Here’s an easier fix, taking only a minute or two, plus duct tape. If the pole was broken relatively low near the basket, take the tip of the broken section and turn it backwards to insert the narrow tapered tip into the upper part of the shaft. Then duct tape the basket to the pole. The downsides to this method are that your basket will end up inches higer than designed (i.e. at the break) and that the pole will have some floppieness, something like Lamar’s javelin in Revenge of the Nerds. But for some people that may help their skiing style out, and the weight of the repair will be negligible.

  13. Mar' October 10th, 2007 6:03 pm

    Preventive maintenance for busted poles? Use some of that pre-season angst to measure your ski pole’s diameter. Go to the store and buy some aluminum tubing that is close 16mm=5/8″, smaller for~heck just take the pole to the store, scrap yard. Use your old busted poles.

    Put the tube section 100mm/4″ in a vice and make just one cut along its length. Pre-compress or expand the tube to fit your ski pole. Make at least one for each different diameter pole section (adjustable). Add multiple nylon ties And a couple bomber (small!) hose clamps from either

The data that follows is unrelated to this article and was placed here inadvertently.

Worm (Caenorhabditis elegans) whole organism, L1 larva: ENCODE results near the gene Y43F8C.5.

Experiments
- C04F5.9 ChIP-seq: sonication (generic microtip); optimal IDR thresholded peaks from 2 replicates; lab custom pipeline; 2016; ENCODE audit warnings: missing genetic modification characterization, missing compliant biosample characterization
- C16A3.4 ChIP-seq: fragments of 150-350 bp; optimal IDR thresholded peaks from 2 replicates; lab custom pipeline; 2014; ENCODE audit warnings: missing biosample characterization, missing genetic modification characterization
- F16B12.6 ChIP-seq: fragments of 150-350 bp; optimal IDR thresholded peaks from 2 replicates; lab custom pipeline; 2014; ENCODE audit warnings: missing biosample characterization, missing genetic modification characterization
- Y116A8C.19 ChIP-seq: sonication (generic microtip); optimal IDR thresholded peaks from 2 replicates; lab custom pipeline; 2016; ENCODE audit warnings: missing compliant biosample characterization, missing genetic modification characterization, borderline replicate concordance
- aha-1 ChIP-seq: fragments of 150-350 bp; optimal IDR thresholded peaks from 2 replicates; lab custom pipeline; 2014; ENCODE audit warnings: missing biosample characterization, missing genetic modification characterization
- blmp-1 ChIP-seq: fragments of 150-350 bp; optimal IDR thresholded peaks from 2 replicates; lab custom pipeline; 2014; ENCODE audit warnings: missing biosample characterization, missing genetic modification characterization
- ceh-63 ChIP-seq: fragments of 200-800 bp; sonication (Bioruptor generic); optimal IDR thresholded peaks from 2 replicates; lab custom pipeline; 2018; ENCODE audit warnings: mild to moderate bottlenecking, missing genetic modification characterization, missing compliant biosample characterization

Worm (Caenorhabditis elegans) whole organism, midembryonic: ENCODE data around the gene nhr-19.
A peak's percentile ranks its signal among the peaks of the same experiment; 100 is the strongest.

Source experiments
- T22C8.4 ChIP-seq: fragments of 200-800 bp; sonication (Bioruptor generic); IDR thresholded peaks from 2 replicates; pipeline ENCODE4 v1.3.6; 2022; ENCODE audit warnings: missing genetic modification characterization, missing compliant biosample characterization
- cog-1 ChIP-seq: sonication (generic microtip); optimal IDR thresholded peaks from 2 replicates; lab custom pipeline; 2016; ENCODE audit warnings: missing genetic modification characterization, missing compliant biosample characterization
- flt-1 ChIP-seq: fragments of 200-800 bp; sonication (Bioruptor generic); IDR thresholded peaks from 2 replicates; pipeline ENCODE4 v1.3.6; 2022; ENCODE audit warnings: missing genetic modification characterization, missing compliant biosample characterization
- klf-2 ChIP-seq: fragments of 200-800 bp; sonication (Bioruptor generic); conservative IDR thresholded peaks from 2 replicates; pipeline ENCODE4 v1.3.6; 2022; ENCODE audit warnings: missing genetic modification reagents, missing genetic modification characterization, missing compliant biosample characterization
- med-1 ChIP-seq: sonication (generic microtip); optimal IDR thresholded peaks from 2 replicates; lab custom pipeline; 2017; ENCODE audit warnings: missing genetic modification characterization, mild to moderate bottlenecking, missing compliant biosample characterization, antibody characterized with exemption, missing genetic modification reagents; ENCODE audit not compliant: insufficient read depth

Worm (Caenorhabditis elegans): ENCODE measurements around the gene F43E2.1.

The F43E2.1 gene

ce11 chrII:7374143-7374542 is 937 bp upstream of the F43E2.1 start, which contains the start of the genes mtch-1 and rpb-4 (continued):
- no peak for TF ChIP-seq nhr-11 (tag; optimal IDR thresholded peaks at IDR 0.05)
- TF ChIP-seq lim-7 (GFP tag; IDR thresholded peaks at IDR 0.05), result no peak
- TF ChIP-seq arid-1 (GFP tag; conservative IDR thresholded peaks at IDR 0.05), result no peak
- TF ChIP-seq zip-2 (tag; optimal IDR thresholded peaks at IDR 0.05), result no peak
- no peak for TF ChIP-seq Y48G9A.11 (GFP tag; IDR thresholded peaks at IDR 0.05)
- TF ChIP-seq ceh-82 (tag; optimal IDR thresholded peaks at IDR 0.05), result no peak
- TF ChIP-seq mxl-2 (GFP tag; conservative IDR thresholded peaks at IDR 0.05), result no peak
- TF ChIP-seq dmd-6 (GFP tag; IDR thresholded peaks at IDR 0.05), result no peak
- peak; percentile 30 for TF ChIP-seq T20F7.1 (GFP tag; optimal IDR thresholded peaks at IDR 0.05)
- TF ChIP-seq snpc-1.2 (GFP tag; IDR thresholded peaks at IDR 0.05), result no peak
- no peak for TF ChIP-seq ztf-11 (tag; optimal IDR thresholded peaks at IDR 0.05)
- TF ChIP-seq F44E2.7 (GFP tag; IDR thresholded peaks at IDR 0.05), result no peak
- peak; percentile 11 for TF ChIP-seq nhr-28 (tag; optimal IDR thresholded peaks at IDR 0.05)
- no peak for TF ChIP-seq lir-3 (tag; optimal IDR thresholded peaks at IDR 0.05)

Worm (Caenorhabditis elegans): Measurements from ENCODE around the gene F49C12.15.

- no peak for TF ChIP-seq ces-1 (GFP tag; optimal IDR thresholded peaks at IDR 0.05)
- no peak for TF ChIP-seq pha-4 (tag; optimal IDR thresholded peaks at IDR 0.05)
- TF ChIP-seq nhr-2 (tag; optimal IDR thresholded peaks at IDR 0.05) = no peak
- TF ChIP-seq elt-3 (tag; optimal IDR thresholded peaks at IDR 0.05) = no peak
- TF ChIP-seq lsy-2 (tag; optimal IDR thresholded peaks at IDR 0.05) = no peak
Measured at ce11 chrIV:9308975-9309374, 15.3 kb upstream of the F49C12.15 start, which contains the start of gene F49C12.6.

Comp Cams and Power House for Gator Clamps or Wurthusa.com for their Zebra Clamps. They are designed for race cars.

  14. pop up tent January 20th, 2009 1:03 am

    great article. I will bookmark this

  15. Paul February 7th, 2009 7:55 pm

    Or just ski without. If you’re just going down hill, you don’t need poles. Make the same motions with your hands and arms that you would use if you had poles, and you will get the same response. I managed to sprain both thumbs at Jackson Hole, so I skied without poles and had no problem keeping up with friends using this technique, but you need the poles for the uphills still.